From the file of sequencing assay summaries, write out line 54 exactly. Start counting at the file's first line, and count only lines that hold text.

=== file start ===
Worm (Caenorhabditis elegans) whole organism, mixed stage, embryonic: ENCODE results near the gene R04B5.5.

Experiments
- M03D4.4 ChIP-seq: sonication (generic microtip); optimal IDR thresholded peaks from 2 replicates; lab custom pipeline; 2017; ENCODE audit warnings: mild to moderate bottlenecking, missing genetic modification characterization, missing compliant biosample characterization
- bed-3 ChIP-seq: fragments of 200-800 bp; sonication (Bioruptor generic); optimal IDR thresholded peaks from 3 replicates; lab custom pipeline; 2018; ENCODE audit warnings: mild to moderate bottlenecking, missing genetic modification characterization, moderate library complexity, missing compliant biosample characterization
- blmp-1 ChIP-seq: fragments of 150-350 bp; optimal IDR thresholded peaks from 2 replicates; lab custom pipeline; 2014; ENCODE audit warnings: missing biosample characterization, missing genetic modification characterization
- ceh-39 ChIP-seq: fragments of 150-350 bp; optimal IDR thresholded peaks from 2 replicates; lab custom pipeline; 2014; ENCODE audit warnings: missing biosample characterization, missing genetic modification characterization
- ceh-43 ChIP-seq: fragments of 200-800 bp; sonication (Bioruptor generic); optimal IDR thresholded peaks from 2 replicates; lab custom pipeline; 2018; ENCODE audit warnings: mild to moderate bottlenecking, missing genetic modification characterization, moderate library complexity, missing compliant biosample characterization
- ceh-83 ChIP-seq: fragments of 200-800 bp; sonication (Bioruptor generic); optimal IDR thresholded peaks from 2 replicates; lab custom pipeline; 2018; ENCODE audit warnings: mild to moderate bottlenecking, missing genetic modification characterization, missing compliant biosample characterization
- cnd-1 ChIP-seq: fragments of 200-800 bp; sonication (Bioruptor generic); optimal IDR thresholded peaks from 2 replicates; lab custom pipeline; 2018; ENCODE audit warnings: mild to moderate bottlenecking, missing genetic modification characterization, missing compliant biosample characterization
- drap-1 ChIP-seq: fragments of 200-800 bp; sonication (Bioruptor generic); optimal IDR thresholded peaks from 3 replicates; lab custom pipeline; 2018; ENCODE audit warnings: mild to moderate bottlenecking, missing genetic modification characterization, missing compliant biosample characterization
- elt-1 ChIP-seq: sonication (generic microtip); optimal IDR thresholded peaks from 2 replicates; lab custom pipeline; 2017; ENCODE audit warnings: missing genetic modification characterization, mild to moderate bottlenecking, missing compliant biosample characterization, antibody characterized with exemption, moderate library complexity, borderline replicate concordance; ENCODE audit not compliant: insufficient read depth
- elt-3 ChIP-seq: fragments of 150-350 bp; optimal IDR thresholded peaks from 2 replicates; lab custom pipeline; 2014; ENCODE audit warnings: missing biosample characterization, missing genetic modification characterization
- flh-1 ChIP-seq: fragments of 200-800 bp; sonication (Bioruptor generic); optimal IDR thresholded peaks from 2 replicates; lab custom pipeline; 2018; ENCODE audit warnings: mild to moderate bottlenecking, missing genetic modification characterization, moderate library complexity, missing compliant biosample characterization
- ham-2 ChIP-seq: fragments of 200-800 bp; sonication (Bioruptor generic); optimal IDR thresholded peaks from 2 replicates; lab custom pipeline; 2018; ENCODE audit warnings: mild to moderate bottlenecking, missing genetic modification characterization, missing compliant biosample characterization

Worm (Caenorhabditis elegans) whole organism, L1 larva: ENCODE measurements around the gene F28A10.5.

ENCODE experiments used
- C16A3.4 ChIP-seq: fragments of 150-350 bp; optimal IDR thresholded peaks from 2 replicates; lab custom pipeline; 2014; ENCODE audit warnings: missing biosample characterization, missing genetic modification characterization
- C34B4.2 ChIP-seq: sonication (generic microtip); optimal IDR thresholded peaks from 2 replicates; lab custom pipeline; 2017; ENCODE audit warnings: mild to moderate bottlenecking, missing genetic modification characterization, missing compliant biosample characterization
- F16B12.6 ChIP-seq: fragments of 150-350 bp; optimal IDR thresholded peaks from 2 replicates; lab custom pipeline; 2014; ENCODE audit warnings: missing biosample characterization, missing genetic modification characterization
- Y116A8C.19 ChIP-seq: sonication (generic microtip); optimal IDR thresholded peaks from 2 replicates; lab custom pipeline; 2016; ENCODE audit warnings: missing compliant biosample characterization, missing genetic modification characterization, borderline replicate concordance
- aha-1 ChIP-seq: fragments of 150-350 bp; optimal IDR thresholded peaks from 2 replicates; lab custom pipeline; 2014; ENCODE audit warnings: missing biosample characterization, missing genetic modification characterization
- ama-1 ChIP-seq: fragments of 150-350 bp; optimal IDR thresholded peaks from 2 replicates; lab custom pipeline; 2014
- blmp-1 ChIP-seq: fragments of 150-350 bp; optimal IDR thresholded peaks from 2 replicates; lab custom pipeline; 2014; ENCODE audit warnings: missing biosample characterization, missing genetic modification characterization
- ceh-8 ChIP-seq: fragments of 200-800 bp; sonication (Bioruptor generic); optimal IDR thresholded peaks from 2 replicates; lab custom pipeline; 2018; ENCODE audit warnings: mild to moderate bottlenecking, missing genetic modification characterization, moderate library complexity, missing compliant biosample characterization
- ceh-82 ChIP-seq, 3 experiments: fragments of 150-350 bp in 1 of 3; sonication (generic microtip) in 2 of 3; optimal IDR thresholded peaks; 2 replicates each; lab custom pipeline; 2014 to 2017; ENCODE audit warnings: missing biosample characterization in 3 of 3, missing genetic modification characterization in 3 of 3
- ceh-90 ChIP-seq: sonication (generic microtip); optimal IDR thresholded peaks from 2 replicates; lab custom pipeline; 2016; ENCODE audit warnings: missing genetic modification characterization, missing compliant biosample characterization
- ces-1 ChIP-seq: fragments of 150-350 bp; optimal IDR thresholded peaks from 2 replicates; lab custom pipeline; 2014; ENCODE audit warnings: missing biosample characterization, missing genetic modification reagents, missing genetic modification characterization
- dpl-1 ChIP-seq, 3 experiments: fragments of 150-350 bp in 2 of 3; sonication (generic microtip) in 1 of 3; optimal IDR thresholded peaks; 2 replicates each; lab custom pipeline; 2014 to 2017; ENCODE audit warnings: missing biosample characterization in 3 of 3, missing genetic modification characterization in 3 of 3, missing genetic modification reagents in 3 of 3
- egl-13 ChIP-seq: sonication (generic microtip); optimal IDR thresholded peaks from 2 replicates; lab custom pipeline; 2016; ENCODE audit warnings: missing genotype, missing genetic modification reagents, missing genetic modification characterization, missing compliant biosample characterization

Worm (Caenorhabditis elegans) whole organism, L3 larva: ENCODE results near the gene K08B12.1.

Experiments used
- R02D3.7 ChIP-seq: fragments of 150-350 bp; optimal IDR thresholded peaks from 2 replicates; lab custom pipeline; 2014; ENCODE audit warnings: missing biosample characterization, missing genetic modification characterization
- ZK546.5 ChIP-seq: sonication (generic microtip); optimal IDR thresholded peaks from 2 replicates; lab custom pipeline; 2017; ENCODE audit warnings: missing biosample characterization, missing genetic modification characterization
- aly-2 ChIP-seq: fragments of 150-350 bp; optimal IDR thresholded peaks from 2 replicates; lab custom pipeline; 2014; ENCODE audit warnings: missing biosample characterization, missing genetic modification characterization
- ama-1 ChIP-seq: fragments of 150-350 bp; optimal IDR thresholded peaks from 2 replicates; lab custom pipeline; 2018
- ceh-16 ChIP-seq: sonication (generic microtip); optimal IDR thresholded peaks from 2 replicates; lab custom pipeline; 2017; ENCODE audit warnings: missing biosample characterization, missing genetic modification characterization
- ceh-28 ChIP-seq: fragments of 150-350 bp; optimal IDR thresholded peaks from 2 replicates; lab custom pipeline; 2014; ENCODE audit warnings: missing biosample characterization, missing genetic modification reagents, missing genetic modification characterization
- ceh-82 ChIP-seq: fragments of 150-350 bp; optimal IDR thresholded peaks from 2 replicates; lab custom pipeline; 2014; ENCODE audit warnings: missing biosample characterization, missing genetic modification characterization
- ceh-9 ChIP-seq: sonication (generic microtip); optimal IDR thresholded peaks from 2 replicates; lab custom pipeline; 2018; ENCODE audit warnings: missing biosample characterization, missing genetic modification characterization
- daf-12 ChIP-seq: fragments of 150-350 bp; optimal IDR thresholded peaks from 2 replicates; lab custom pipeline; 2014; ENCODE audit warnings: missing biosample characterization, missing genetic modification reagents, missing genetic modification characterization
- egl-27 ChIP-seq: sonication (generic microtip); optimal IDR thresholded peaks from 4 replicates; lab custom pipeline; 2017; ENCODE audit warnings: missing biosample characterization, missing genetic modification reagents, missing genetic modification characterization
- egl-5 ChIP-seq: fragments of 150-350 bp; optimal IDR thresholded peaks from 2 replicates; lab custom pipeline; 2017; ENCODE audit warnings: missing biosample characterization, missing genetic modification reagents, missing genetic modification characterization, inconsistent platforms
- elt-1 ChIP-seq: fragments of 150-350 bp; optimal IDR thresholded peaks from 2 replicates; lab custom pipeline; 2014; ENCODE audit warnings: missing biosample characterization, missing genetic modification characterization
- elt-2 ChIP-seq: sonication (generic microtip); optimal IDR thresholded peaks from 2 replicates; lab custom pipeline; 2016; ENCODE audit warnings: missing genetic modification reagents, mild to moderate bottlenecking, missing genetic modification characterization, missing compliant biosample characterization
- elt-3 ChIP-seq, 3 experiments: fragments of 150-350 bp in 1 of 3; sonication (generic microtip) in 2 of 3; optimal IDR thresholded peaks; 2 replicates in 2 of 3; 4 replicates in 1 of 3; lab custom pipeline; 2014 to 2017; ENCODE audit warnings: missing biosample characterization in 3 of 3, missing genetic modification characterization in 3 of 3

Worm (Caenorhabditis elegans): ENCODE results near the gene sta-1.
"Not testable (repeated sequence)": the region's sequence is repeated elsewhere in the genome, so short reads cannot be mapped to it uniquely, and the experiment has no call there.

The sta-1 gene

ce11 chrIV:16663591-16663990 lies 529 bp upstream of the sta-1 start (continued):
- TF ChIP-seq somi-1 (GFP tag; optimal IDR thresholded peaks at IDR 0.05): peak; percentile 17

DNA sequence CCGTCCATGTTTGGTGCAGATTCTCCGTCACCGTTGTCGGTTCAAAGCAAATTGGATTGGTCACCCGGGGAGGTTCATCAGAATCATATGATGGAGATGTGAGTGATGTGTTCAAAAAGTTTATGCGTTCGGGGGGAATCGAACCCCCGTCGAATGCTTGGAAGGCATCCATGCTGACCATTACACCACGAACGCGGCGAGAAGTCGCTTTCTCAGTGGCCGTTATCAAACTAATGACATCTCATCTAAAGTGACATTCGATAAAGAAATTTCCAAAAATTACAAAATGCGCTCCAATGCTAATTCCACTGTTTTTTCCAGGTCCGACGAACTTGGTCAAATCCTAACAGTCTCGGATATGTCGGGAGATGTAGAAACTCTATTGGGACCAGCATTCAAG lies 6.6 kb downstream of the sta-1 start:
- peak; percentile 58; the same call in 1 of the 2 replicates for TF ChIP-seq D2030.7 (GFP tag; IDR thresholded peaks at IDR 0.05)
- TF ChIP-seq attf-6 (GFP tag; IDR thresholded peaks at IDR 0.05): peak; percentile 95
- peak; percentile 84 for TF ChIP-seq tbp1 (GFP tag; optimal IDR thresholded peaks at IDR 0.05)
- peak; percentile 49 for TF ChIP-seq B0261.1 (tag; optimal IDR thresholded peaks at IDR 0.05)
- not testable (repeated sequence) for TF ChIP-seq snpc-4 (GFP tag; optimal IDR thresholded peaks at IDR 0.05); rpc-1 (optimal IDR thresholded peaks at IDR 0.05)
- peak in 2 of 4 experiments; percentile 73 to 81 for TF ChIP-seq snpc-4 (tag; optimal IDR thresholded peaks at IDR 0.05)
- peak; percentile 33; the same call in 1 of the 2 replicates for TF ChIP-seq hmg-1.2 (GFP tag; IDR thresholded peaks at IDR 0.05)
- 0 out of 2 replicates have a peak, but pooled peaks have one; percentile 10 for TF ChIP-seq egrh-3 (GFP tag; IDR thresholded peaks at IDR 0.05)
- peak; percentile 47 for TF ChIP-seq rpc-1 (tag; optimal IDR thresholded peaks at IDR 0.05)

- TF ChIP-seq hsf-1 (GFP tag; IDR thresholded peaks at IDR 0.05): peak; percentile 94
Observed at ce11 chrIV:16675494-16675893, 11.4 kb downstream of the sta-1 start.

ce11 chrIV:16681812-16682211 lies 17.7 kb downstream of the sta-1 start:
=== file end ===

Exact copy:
- peak; percentile 84 for TF ChIP-seq tbp1 (GFP tag; optimal IDR thresholded peaks at IDR 0.05)